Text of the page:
While research funds in Canada are being directed to the COVID-19 response, it’s more important than ever to invest in the early-career researchers whose work will change the future of child health.



Suicide kills more Canadian youth than cancer, diabetes, and heart disease combined. It’s a growing public health concern with no easy answers. But for SickKids paediatrician and scientist Dr. Natasha Saunders, one thing is clear: Firearms are making it worse.

Dr. Saunders is on a mission to make life safer for children and youth, and as the recipient of a 2019 New Investigator Research Grant, she has three years of solid funding to investigate paediatrics and firearms.


“Issues around firearms can be heated and politically divisive, with decisions based on opinion and political motivation,” says Dr. Saunders. “But they should be based on data, facts, and evidence.”

Natasha Saunders

PHOTO: Dr. Natasha Saunders, 2019 recipient of a New Investigator Research Grant. 

Earlier research by Dr. Saunders and colleagues uncovered some startling facts. From 2008 to 2012, Ontario averaged 355 firearm injuries a year in children and youth up to 24 years old: A young person was shot virtually every day in Ontario during that time. And about 13% of youth suicides were by firearm.

The rates of firearm injury and death aren’t going down.

“Issues around firearms should be based on data, facts, and evidence.”           - Dr. Saunders

Around 17% of Canadian homes report owning a gun. About half of Dr. Saunders’ patients have mental illness. In response to her research and a 2017 position statement on firearms by the Canadian Paediatric Society, Dr. Saunders began asking her patients about access to firearms at home.

“The number of times families had firearms, including non-powdered firearms (or BB guns), in the home was astounding. Often, my young patients would have access to these firearms unsupervised. They were not stored safely—locked and unloaded, separate from ammunition,” says Dr. Saunders.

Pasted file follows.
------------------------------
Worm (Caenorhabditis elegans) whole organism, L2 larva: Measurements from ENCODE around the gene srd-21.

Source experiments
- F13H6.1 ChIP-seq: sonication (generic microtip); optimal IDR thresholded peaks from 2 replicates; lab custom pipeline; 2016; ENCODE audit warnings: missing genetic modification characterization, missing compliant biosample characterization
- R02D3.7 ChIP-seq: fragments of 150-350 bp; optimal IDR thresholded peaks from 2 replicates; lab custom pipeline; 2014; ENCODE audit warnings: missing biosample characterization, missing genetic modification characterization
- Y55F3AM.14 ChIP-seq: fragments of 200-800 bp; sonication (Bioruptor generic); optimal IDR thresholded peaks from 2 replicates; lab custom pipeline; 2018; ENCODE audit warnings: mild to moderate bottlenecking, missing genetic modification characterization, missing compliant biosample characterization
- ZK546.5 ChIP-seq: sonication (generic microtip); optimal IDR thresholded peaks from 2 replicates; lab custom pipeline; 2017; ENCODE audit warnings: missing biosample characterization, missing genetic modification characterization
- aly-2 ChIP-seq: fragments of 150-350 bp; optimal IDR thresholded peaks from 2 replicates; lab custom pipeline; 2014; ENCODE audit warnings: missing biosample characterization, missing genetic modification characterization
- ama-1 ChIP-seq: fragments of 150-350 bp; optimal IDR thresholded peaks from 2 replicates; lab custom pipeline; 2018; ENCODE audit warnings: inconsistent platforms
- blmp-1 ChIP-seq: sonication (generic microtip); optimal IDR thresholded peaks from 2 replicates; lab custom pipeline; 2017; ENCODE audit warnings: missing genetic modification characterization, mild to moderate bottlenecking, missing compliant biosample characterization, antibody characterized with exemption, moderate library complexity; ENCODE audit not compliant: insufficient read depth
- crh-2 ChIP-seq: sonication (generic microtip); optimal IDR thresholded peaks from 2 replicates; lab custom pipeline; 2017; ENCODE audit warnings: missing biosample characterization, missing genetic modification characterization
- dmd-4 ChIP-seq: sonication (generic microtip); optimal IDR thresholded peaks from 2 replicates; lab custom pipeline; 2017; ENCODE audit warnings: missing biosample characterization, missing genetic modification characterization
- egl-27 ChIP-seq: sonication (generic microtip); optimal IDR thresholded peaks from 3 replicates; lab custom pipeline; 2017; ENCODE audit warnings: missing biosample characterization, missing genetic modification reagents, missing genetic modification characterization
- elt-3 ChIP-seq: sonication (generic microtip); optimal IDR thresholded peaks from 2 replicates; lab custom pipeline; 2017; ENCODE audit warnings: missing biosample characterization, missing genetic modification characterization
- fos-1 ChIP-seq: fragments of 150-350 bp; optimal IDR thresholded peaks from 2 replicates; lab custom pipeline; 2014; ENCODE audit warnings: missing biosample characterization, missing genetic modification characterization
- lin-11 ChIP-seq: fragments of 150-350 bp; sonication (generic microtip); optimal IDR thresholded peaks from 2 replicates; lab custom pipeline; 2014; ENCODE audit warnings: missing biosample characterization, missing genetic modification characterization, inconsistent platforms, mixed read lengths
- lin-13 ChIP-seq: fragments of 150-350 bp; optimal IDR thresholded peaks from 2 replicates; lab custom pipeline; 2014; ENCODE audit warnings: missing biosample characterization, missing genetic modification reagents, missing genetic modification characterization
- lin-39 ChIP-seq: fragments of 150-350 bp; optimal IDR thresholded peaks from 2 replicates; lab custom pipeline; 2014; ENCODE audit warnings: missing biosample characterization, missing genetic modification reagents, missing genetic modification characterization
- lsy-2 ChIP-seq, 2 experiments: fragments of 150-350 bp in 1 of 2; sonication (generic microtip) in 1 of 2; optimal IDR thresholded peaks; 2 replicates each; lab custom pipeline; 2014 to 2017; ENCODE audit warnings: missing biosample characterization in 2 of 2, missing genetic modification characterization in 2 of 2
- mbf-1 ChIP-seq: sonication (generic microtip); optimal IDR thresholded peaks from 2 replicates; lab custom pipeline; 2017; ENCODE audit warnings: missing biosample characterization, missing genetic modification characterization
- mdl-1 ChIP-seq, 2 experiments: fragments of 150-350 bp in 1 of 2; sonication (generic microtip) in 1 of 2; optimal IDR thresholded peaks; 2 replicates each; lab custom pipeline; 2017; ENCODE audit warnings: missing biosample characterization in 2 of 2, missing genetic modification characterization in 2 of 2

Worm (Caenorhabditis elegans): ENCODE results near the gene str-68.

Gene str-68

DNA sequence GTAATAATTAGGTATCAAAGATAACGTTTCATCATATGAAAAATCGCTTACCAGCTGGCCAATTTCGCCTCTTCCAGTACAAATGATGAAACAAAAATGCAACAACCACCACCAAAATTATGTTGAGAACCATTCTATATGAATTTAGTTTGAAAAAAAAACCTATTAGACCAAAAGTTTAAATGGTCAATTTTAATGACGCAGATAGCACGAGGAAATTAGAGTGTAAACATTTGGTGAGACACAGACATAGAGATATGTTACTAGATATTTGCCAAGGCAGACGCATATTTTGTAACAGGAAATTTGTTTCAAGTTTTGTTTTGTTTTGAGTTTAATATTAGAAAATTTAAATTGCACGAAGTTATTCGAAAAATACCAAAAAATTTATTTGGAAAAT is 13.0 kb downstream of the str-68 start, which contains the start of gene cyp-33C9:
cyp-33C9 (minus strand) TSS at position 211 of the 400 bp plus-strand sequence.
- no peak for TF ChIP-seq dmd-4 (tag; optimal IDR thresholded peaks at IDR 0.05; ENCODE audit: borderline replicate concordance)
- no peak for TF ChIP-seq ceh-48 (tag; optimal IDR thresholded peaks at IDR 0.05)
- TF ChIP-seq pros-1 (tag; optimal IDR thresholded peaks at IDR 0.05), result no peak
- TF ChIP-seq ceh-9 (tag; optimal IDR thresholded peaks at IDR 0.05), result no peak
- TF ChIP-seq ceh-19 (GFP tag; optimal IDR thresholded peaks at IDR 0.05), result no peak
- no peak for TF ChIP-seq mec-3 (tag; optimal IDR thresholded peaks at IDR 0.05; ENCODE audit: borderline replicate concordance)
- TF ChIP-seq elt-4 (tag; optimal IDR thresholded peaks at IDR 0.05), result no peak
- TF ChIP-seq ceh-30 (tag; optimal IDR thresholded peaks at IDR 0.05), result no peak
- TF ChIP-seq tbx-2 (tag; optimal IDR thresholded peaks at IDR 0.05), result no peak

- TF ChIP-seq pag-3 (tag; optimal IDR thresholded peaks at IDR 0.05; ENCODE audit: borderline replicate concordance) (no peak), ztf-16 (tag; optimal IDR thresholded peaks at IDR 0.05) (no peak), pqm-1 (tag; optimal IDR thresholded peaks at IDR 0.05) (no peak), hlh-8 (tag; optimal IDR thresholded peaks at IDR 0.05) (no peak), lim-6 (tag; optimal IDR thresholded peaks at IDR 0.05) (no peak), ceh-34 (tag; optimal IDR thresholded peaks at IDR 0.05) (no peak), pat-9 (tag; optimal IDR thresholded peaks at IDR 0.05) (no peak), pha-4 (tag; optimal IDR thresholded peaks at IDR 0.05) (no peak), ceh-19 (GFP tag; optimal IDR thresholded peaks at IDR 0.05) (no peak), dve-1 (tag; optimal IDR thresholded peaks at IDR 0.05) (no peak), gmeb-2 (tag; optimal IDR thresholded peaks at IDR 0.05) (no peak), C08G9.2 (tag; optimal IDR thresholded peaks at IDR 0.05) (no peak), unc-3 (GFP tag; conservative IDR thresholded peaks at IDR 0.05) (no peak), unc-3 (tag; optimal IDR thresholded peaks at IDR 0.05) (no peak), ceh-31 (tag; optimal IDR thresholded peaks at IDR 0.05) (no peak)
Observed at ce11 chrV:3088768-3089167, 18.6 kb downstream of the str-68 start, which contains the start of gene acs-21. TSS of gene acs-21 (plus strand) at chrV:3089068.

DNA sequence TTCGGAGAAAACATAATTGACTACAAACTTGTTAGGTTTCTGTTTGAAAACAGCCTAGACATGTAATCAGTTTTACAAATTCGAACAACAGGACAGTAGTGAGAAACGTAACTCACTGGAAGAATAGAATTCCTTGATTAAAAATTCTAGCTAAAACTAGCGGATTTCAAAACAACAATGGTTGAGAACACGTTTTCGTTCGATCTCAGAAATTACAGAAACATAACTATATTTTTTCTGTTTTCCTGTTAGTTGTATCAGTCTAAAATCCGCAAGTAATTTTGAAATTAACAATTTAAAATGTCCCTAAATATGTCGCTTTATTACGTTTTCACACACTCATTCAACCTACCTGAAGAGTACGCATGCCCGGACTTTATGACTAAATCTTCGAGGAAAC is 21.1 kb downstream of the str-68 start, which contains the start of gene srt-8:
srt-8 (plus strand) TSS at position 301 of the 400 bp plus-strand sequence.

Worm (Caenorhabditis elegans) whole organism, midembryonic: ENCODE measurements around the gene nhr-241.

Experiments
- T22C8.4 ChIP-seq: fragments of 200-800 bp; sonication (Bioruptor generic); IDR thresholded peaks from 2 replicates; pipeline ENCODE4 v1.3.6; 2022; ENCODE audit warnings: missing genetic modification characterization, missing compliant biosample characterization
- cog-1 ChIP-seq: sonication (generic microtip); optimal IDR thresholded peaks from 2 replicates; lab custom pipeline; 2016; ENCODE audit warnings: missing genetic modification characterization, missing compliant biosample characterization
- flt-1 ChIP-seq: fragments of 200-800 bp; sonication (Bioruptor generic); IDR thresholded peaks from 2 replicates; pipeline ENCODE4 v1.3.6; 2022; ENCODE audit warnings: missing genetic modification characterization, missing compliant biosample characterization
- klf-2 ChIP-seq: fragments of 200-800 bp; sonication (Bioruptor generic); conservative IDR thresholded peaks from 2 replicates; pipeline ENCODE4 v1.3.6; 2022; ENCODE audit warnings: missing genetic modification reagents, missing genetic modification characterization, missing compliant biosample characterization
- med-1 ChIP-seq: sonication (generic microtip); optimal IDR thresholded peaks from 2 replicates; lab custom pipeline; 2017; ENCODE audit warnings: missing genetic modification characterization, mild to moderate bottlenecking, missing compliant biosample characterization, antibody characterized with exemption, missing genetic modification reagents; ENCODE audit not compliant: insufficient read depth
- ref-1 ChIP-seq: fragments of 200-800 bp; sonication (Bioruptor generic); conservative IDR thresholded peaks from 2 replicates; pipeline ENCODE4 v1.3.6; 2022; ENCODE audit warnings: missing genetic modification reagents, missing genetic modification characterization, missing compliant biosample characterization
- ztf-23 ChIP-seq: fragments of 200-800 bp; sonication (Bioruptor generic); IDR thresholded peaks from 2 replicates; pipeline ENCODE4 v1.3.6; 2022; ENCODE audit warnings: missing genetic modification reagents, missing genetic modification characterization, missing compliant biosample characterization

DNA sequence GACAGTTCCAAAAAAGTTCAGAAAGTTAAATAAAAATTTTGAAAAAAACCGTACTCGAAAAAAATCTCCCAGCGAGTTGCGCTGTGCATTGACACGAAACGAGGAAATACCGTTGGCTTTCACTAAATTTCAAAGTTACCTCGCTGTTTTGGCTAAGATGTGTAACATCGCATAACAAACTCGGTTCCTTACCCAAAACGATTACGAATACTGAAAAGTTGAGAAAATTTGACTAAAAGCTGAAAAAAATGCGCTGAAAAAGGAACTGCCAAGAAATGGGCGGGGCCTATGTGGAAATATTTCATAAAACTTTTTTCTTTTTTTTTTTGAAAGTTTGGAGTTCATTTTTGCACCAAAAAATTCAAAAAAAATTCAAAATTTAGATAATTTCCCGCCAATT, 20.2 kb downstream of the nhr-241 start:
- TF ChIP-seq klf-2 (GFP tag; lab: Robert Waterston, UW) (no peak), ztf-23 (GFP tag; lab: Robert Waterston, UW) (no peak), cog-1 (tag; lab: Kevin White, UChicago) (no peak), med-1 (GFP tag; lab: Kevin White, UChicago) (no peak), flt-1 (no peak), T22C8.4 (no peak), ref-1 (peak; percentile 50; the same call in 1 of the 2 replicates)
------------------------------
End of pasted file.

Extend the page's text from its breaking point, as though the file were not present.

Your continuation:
She believes that data and population-based research can save lives by informing policy. But there’s a dearth of evidence on paediatrics and firearms.

Dr. Saunders intends to fill that gap using the New Investigator Research Grant. She’s building the evidence base for how firearms affect Canadian young people, healthcare, and society. And she’ll explore the impact of levers like public health interventions, policy, and legislation to increase safety.

“Without the funding,” says Dr. Saunders, “this important research would not get done.”

Health research funding is highly competitive, favouring experienced scientists with an established track record. Younger scientists often struggle to get a foothold. The national New Investigator Research Grant program is one of a handful in Canada that helps early-career scientists forge their path to independent research.

Every year, six of Canada’s top early-career health scientists receive New Investigator Research Grants of up to $300,000. The class of 2019 has grantees from British Columbia, Manitoba, Ontario, and Quebec: Every one of them is enhancing Canada’s healthcare capacity and reputation for research excellence.

New Investigator Research Grants launch careers by giving talented scientists like Dr. Saunders the chance to change minds and save lives.


The New Investigator Research Grant program is a national granting program for early-career health researchers. Since 2001, it has invested in 166 scientists at over 45 health institutions across Canada. A partnership of SickKids Foundation and the Canadian Institutes of Health Research, this premier granting program is developing Canada’s next generation of child health research leaders.

Find out more about the program here.